Uncharted 4, as Hennig envisioned it, would introduce the world to Nathan Drake’s old partner, Sam. We hadn’t seen Sam in previous Uncharted games, because for fifteen years Nathan had thought he was dead, left behind during a Panamanian prison escape gone awry. In Hennig’s version of Uncharted 4, Sam would be one of the main villains, bitter toward Nathan for leaving him to die.
Over the course of the story, as Nathan tried to pull away from his roots as a treasure hunter, the player would find out that he and Sam were actually brothers. Eventually they’d heal their relationship and unify against the game’s real antagonist, a nasty thief named Rafe (voiced by the actor Alan Tudyk) who had served time with Sam in prison.
Some say the Uncharted 4 team didn’t get the staff and resources it needed to survive, because The Last of Us and Left Behind had vacuumed up so much of Naughty Dog’s attention. Others say that Amy Hennig had trouble making decisions and that the nascent game wasn’t shaping up very well. Some who were working on Uncharted 4 wished that there was a more cohesive direction. Others thought it was perfectly understandable, considering how small the Uncharted 4 staff was, that the game hadn’t coalesced yet.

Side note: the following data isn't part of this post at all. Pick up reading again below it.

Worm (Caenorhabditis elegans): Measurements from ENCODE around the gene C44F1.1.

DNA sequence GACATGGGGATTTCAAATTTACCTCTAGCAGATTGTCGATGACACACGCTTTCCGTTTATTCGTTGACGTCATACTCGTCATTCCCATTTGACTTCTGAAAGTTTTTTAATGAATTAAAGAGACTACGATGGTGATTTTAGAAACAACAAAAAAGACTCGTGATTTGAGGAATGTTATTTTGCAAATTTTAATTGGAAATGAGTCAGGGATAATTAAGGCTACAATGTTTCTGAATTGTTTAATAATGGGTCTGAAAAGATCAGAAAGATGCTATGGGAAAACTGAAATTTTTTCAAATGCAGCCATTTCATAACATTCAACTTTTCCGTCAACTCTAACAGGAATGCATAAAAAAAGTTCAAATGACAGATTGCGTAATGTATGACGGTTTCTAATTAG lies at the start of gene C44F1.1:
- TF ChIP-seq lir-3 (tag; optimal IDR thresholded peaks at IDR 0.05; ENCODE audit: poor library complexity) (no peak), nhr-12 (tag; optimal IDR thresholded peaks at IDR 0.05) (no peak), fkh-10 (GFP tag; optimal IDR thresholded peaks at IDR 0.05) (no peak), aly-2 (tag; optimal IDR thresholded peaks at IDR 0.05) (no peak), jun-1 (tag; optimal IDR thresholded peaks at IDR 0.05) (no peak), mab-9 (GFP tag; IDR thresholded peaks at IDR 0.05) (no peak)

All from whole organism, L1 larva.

Several people who have worked for Naughty Dog say Druckmann and Straley stopped seeing eye-to-eye with Hennig, and that they had fundamental disagreements on where to take the Uncharted series. When Hennig left, she signed a non-disparagement agreement with the studio that would prevent both her and Naughty Dog from making negative public comments about what had happened, according to people familiar with the arrangement.
A New Hope?
Hennig joined EA’s studio Visceral (Dead Space) to work on a single-player Star Wars game. Many fans were excited to see what kind of story Hennig – heavily influenced by SW as a child – could bring to the license. Especially after the mediocre multiplayer-centric Battlefront.
But alas, recent headlines were made when EA closed Visceral and stated they were ‘refocusing’ Hennig’s single-player game and were “in discussions with Amy about her next move.”
Much was made of EA’s statement regarding a heavy focus on games as a service, but more information has come out that Visceral was never equipped to handle this ambitious of a game. Labour costs in Visceral’s city of San Francisco and the need for constant Disney approval handcuffed the studio and set them up for failure.
Hennig’s Star Wars game will live on only in legend and her next move will be closely monitored by many. She’s already done more than enough to earn her spot in our series, and I’ll keep be waiting patiently for her next creation.